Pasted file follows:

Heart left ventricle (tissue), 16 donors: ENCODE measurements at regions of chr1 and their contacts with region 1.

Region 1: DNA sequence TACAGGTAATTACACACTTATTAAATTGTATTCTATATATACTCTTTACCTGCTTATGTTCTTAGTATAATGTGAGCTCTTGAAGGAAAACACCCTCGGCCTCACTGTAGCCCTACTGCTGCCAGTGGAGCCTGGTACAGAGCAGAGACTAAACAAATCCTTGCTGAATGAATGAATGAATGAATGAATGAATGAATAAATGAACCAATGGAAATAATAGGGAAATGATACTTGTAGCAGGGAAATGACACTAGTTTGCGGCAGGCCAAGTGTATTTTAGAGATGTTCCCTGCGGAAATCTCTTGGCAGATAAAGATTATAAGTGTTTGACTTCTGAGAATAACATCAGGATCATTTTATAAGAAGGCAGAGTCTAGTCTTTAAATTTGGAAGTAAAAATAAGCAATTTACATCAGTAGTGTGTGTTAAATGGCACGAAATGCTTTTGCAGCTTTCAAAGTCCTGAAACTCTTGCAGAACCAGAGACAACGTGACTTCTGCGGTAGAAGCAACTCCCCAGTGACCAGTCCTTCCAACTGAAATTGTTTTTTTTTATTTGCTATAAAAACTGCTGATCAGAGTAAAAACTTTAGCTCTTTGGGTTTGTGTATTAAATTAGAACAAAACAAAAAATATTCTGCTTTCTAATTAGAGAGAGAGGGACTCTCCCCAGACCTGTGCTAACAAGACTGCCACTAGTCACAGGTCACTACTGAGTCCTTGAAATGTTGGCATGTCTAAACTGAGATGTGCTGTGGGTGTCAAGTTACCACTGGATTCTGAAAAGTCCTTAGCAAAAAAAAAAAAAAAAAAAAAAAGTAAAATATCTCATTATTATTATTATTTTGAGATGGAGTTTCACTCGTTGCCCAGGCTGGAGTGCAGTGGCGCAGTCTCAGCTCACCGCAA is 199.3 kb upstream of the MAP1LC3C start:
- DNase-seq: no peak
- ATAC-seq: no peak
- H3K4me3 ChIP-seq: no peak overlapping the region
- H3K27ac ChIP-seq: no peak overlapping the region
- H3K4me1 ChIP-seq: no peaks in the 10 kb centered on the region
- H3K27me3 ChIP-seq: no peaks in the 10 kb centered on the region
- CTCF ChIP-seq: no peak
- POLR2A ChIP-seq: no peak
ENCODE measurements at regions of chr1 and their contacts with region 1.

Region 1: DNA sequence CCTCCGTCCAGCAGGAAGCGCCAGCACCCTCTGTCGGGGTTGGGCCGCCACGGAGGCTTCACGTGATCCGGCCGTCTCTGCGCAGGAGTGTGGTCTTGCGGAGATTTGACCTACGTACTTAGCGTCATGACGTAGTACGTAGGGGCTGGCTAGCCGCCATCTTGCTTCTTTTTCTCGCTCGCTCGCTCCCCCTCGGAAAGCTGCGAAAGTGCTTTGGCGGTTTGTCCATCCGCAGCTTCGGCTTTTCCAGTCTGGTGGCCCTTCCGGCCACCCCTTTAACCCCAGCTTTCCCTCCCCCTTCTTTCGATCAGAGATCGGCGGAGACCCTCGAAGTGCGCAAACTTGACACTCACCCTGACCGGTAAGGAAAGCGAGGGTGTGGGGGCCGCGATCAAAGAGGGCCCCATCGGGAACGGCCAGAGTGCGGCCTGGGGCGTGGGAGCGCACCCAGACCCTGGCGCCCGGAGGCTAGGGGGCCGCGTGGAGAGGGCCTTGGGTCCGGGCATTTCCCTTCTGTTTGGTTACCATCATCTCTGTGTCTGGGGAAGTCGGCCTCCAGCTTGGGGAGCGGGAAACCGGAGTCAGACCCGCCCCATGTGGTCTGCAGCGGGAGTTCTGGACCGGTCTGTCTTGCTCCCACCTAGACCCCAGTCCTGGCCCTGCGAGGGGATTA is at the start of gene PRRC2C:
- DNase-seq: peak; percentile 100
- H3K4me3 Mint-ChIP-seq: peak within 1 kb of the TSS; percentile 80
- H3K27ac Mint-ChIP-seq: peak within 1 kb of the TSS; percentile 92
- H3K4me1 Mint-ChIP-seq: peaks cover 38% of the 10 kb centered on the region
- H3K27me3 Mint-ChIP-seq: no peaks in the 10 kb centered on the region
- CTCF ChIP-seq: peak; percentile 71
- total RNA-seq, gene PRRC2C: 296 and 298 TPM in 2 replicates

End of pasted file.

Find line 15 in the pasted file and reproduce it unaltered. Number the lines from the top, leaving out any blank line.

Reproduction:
- H3K27ac Mint-ChIP-seq: peak within 1 kb of the TSS; percentile 92